A replacement to the furlough scheme is looking increasingly likely as the Prime Minister comes under pressure to avert a jobs crisis.
Chancellor Rishi Sunak announced on Twitter that he will make a statement today ‘on our plans to protect jobs through the winter’ to Parliament.
Sunak has cancelled the Budget to prioritise protecting millions of jobs in sectors hit by the latest government guidance on Covid-19.
It has been rumoured that a short-term working scheme – which would see the government pay half of the wages of staff working part time for the hours they are not at work – could replace the job retention scheme.
Number 11 said work on the scheme had been taking place in parallel with Budget preparations and the focus has been on jobs to avoid the expected three million unemployed.
The Treasury said: ‘We will always be honest with people about the difficult trade-offs that are involved here.
‘Not between health and the economy, but between keeping people in jobs and helping them find new ones. And between help in the here and now and rebuilding in the future.
‘That’s what people deserve.’
With the prospect of another six months of restrictions, Boris Johnson has faced calls to provide more assistance for firms and workers.
He promised ‘creative and imaginative’ action to protect jobs as he faced calls for a fresh economic rescue package after unveiling new coronavirus restrictions yesterday (see video above).
As our response to coronavirus adapts, tomorrow afternoon I will update the House of Commons on our plans to continue protecting jobs through the winter. pic.twitter.com/eP6aqcocxd
— Rishi Sunak (@RishiSunak) September 23, 2020
The damage to the economy could increase if tougher measures are needed, with ministers warning a second lockdown could be required if the new rules are flouted.
The furlough scheme, which has cost the government £39.3bn to date, expires at the end of October.
No further details were provided about the scheme yesterday and the Chancellor’s tweet came as the government confirmed more than 6,000 new coronavirus cases – the highest daily number since May 1.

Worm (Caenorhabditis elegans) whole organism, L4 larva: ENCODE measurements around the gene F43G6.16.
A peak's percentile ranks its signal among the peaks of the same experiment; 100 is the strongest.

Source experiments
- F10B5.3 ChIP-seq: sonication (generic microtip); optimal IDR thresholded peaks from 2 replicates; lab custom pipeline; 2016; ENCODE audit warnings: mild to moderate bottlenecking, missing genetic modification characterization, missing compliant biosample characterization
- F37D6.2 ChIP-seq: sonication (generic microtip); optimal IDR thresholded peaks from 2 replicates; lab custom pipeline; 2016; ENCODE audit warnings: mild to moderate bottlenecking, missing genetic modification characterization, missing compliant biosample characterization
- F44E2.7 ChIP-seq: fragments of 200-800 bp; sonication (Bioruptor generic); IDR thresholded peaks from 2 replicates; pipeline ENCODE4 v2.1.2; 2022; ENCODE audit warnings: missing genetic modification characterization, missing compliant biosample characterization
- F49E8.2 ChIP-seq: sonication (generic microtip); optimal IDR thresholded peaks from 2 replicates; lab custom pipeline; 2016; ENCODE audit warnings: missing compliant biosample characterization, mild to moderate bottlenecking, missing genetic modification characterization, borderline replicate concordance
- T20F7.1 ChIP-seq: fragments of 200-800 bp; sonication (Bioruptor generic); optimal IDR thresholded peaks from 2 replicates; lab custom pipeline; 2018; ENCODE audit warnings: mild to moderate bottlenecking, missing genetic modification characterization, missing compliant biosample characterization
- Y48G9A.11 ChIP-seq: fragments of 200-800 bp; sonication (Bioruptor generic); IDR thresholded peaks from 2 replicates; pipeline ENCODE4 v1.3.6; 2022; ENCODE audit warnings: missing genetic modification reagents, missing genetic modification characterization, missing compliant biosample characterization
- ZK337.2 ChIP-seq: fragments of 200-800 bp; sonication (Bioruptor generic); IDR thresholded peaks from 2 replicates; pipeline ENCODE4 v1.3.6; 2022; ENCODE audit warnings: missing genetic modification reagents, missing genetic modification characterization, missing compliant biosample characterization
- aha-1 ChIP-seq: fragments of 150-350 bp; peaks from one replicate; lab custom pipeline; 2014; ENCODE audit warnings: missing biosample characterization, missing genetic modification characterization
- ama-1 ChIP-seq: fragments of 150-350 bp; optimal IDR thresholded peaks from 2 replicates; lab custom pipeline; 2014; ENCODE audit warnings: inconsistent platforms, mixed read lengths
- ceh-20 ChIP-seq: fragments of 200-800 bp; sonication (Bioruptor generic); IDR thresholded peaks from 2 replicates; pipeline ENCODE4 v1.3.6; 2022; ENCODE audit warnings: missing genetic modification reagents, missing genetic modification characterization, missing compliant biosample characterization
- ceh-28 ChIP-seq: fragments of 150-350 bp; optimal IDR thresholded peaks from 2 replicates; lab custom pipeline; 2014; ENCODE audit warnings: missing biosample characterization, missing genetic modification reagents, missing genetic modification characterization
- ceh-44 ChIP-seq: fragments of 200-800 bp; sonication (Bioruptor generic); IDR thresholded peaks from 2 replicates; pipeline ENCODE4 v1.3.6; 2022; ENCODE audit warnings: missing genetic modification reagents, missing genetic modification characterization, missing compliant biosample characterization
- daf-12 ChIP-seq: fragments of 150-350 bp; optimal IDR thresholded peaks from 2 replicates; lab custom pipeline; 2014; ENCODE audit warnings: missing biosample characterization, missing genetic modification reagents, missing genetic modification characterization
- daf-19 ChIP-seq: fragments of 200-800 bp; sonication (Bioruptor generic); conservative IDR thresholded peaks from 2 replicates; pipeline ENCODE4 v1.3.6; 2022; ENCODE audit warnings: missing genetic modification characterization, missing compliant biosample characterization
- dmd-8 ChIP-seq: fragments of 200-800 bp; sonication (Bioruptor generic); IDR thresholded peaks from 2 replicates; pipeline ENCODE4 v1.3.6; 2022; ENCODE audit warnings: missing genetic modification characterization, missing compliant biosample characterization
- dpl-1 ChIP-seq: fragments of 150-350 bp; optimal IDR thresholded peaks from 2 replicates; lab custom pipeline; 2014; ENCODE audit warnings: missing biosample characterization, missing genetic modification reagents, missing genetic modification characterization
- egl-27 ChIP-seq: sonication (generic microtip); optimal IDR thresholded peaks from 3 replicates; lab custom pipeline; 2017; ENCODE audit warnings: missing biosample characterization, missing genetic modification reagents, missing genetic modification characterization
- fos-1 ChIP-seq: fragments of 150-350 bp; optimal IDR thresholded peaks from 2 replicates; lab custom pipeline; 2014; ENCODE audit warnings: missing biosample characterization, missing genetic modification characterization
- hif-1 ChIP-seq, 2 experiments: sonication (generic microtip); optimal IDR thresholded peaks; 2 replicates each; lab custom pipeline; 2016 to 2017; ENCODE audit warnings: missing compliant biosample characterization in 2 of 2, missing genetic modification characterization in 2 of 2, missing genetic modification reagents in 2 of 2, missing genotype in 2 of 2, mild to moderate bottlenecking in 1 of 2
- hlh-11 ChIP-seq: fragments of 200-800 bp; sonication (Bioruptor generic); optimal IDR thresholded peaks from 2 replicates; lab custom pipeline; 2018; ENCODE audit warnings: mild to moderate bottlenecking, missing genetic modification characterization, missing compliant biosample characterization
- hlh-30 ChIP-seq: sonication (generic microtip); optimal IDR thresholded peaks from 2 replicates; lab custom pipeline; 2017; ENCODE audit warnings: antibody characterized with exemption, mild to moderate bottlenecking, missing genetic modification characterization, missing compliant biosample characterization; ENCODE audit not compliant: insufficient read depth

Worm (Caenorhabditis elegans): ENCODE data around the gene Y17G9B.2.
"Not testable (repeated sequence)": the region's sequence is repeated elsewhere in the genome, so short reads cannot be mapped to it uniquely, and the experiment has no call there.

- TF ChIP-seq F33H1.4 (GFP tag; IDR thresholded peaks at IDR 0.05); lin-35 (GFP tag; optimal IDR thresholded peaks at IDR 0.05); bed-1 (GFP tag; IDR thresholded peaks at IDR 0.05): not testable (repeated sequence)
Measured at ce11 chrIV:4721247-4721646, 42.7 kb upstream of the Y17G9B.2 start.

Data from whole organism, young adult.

A source close to the Treasury said: ‘No-one wanted to be in this situation but we need to respond to it.
‘The chancellor has shown he has been creative in the past and we hope that people will trust us to continue in that vein.
‘Giving people reassurance and businesses the help they need to get through this is uppermost in his mind.
The Prime Minister added: ‘What we will do is continue to put our arms around the people of this country going through a very tough time and come up with the appropriate creative and imaginative schemes to keep them in work and keep the economy moving.
‘These are indeed tough times and I have no doubt that many businesses, many employees are feeling a great deal of anxiety and uncertainty and we will do our level best to protect them throughout this period.’
Chancellor Rishi Sunak scheme is reportedly based on a new German-style plan to avoid mass unemployment once furlough ends, with the government and firms sharing the cost of topping up wages for employees only able to work part-time due to the pandemic.
Nona Bowkis, a legal expert for motor trade specialists Lawgistics, said she thinks a replacement is ‘very likely’.
She told Car Dealer: ‘I think a second furlough scheme of sorts is more likely now the medical and scientific advisers have been brought out this week to warn of the virus getting out of control and now that Boris is back to encouraging home working for those who can.
‘Whether it will be sector-specific for the arts, aviation and hospitality for example, we will have to see.
‘Many of the dealers and garages we talk to have already streamlined their businesses and made their staffing decisions based on efficiency savings and new ways of working.
‘This is perhaps one of the reasons Rishi Sunak has been in no hurry to make any new announcement, as he wants to see evidence of whether he can actually save jobs by putting a new scheme in place or if it is just delaying the inevitable at a direct cost to the tax payer.’
First published: Wednesday, September 23 at 1633. Updated: Thursday, September 24, 0639